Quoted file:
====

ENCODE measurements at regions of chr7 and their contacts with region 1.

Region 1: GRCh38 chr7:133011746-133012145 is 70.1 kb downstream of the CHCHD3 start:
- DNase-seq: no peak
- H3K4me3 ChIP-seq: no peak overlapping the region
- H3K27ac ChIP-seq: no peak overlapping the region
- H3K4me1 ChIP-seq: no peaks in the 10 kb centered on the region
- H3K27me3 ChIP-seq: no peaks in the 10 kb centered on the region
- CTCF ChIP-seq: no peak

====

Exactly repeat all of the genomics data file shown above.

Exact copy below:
ENCODE measurements at regions of chr7 and their contacts with region 1.

Region 1: GRCh38 chr7:133011746-133012145 is 70.1 kb downstream of the CHCHD3 start:
- DNase-seq: no peak
- H3K4me3 ChIP-seq: no peak overlapping the region
- H3K27ac ChIP-seq: no peak overlapping the region
- H3K4me1 ChIP-seq: no peaks in the 10 kb centered on the region
- H3K27me3 ChIP-seq: no peaks in the 10 kb centered on the region
- CTCF ChIP-seq: no peak